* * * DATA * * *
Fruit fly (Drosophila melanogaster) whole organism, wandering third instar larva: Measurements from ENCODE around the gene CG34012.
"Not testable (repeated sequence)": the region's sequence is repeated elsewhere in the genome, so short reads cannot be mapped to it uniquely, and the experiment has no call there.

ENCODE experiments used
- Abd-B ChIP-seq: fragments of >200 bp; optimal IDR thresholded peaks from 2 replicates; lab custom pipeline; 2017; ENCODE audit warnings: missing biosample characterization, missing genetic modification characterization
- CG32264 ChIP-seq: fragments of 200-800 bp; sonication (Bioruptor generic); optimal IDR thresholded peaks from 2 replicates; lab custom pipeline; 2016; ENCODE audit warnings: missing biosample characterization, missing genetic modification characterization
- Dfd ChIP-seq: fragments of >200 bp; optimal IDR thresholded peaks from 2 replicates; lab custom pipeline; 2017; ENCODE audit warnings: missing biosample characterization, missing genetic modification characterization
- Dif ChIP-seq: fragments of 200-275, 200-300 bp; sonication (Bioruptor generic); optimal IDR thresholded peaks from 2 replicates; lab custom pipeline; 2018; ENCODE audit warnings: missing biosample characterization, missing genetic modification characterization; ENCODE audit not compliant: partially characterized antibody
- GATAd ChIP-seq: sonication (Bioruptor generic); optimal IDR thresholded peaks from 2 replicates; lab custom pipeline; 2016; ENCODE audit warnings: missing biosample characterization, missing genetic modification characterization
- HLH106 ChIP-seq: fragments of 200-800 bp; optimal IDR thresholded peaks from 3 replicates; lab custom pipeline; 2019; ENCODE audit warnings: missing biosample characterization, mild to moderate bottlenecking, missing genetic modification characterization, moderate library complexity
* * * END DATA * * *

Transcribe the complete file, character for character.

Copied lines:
Fruit fly (Drosophila melanogaster) whole organism, wandering third instar larva: Measurements from ENCODE around the gene CG34012.
"Not testable (repeated sequence)": the region's sequence is repeated elsewhere in the genome, so short reads cannot be mapped to it uniquely, and the experiment has no call there.

ENCODE experiments used
- Abd-B ChIP-seq: fragments of >200 bp; optimal IDR thresholded peaks from 2 replicates; lab custom pipeline; 2017; ENCODE audit warnings: missing biosample characterization, missing genetic modification characterization
- CG32264 ChIP-seq: fragments of 200-800 bp; sonication (Bioruptor generic); optimal IDR thresholded peaks from 2 replicates; lab custom pipeline; 2016; ENCODE audit warnings: missing biosample characterization, missing genetic modification characterization
- Dfd ChIP-seq: fragments of >200 bp; optimal IDR thresholded peaks from 2 replicates; lab custom pipeline; 2017; ENCODE audit warnings: missing biosample characterization, missing genetic modification characterization
- Dif ChIP-seq: fragments of 200-275, 200-300 bp; sonication (Bioruptor generic); optimal IDR thresholded peaks from 2 replicates; lab custom pipeline; 2018; ENCODE audit warnings: missing biosample characterization, missing genetic modification characterization; ENCODE audit not compliant: partially characterized antibody
- GATAd ChIP-seq: sonication (Bioruptor generic); optimal IDR thresholded peaks from 2 replicates; lab custom pipeline; 2016; ENCODE audit warnings: missing biosample characterization, missing genetic modification characterization
- HLH106 ChIP-seq: fragments of 200-800 bp; optimal IDR thresholded peaks from 3 replicates; lab custom pipeline; 2019; ENCODE audit warnings: missing biosample characterization, mild to moderate bottlenecking, missing genetic modification characterization, moderate library complexity